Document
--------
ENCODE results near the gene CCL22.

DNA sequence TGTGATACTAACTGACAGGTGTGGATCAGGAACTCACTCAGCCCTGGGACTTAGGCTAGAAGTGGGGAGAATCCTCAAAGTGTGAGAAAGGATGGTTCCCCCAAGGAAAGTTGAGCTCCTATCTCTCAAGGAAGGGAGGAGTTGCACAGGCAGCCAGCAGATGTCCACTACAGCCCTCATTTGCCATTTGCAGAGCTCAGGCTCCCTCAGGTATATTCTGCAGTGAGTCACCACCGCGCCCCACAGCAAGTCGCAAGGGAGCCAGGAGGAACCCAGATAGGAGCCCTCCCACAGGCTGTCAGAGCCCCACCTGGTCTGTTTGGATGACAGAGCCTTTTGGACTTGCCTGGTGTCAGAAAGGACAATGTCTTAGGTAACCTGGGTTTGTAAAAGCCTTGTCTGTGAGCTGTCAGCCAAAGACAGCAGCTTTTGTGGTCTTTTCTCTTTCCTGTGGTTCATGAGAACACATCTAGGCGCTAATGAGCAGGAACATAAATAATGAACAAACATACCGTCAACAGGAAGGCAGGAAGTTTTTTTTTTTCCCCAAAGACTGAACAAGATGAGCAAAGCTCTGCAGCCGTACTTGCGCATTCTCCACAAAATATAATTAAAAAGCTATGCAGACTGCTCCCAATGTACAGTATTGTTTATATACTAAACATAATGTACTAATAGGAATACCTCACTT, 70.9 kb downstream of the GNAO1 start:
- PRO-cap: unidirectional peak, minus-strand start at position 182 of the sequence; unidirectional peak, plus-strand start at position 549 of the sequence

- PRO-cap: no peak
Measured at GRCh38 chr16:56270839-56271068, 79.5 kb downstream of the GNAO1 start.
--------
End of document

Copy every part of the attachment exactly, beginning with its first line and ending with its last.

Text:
ENCODE results near the gene CCL22.

DNA sequence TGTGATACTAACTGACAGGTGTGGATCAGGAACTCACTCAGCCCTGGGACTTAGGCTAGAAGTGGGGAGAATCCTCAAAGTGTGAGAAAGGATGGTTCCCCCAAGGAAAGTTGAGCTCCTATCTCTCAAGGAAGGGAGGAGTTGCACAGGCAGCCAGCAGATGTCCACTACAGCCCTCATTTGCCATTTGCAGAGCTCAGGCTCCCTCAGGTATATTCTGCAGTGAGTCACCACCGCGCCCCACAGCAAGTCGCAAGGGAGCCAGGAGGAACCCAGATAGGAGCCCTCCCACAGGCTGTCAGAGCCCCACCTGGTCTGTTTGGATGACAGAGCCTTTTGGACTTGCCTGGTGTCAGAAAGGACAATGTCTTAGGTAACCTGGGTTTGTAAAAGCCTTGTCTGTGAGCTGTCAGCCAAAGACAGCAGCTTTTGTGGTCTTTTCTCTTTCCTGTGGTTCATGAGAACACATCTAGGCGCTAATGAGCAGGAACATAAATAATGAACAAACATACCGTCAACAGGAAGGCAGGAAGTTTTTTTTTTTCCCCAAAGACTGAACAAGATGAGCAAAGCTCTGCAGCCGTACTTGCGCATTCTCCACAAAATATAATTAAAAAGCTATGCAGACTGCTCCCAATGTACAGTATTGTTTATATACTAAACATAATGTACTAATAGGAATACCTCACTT, 70.9 kb downstream of the GNAO1 start:
- PRO-cap: unidirectional peak, minus-strand start at position 182 of the sequence; unidirectional peak, plus-strand start at position 549 of the sequence

- PRO-cap: no peak
Measured at GRCh38 chr16:56270839-56271068, 79.5 kb downstream of the GNAO1 start.